Antony Cairns (UK) brings a touch of anarchy to his new publication LDN EI, a limited edition production that’s more than a photobook, but rather its own platform. Taking old e-readers as a base, Cairns hacked the Kindle software to support the singular functionality of presenting his own book, complete with table of contents, imagery and essays. The e-reader hardware has also been visibly disrupted: sprayed black, unessential parts (like the keyboard) removed and reinterpreted using metal grills instead of mass-manufactured plastic. Each tablet holds the same content, but physically may differ in shape and look, due to Cairns collecting the different e-readers over time, rather than buying in bulk.
The work presented on the device is Cairns’ LDN series, originally started in 2008 and consisting of three parts, photographs taken at night in his hometown of London, with the last two letters in the title, LDN EI, standing for ‘electronic image’. The images themselves are also damaged, the artist taking his 35mm negatives and only partly developing them before solarising, bleaching and manipulating them in other ways, these imperfections contributing to, according to Cairns, their unique charm. Ian Jeffrey’s essay on the work states that that image “isn’t perfectly realised, but is marked by the demands of the process, by fingerprints, droplets and blisters.”
The use of E Ink complements the artist’s black and white, night-time shots perfectly, shifting tiny pixels and polarising swiftly every time the ‘page’ is turned.
Kindles use ‘electronic ink’ (E Ink) to form black letters or figures on the screen, a form of low-energy, high-contrast display. This use of E Ink complements the artist’s black and white, night-time shots perfectly, shifting tiny pixels and polarising swiftly every time the ‘page’ is turned. It is sometimes difficult to tell if the image is in negative, as Cairns’ manual manipulations are even more mysterious on digital paper.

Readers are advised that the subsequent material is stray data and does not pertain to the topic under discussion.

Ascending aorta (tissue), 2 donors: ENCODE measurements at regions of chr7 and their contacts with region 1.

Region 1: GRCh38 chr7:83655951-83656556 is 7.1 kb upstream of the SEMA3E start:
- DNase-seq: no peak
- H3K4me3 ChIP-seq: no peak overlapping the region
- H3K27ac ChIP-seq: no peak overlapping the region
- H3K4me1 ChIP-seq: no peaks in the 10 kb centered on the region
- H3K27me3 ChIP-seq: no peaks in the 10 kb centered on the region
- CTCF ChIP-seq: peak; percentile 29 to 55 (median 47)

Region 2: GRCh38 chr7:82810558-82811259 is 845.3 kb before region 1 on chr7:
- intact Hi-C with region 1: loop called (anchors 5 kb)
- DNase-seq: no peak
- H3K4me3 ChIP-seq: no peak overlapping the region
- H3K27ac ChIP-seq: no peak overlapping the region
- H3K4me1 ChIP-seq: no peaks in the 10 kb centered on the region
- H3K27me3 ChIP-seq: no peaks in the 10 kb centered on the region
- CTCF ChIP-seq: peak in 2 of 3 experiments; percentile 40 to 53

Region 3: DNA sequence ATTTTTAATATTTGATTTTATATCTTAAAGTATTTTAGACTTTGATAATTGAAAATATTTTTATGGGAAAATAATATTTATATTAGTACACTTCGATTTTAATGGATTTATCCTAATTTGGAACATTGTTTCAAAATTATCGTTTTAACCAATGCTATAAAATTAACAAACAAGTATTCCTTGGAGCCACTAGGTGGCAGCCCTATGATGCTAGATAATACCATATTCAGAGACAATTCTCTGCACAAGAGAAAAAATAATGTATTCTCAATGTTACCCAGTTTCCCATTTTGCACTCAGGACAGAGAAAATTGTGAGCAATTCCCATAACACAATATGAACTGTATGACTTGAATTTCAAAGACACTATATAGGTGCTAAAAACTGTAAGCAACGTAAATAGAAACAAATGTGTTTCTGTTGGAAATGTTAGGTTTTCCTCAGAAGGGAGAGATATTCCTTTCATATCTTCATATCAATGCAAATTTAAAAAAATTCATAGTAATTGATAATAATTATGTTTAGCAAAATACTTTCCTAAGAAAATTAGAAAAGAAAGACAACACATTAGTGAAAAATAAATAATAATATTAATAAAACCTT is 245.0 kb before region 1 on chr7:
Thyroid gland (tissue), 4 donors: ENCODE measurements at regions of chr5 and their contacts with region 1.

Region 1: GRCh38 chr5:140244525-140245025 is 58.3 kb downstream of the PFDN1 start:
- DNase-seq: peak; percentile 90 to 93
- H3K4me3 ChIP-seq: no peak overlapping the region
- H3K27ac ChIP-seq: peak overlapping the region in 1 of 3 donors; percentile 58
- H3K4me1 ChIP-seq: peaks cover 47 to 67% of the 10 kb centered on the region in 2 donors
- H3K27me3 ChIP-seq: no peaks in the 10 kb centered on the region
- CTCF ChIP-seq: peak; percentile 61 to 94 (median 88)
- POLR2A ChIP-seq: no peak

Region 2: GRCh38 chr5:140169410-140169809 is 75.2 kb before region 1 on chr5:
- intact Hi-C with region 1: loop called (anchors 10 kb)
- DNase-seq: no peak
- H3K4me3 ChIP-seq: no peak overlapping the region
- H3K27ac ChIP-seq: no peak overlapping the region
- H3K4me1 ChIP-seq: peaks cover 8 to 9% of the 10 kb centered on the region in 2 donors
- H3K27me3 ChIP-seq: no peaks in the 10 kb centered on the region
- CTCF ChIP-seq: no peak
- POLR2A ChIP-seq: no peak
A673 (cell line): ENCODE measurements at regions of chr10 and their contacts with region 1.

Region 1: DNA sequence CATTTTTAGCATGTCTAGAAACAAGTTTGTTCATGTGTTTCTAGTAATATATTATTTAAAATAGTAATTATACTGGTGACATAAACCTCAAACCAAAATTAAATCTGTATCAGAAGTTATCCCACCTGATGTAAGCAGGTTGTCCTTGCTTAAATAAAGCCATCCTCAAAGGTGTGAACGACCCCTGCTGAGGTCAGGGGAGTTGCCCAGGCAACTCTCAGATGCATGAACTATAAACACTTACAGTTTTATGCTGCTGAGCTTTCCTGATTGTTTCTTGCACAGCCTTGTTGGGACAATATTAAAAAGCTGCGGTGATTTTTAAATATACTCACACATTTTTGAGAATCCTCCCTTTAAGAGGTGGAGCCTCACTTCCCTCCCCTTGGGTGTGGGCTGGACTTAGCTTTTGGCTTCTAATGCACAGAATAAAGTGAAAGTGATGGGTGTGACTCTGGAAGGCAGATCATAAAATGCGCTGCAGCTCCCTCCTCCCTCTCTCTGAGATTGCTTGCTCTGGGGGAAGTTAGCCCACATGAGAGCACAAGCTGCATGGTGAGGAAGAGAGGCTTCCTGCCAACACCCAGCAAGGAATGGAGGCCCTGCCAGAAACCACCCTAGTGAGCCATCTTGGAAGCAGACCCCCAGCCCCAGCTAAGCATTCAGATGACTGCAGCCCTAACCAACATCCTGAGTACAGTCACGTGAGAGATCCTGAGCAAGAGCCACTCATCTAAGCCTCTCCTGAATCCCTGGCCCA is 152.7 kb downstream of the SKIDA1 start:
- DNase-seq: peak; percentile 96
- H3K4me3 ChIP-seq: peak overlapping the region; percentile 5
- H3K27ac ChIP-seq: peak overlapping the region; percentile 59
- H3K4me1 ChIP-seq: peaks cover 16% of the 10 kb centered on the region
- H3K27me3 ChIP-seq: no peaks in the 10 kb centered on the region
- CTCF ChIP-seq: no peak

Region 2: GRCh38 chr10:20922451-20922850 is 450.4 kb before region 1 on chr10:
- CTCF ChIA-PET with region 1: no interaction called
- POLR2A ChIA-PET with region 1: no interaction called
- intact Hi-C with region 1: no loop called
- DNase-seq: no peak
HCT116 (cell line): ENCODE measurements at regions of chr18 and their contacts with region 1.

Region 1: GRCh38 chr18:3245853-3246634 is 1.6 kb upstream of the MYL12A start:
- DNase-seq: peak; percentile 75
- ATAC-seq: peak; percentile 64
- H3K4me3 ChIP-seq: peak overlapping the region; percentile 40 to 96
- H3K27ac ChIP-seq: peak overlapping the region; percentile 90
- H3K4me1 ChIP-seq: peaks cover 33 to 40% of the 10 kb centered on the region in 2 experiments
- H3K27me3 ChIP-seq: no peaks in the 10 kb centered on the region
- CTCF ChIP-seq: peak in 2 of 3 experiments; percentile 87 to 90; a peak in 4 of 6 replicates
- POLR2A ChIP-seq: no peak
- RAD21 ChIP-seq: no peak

In the bustling city of London, Kindles are a common sight, particularly among commuters on the underground or bus, pushed up close to the face of professionals catching up on the latest novel, wedged into the carriage during rush hour. This bruised and remodelled version adds another layer to the proliferation of ‘street art’ – now so common in London that there are walking graffiti tours. The city’s walls are spray-painted, the lampposts are plastered with posters, and now… even the e-readers are defaced.
Cairns’ work pushes the boundary of what a ‘book’ really means, reworking the definition even of an e-book by appropriating the hardware it exists on. A labour of dedication and rebellion, LDN EI combines vandalism and art into a perfectly realised, if somewhat battered, e-reader, resulting in an old object transformed into the truly new. LDN EI has been produced as a handmade numbered edition of 200 copies, each with 244 images, 2 reviews, 2 essays and an interview with the artist.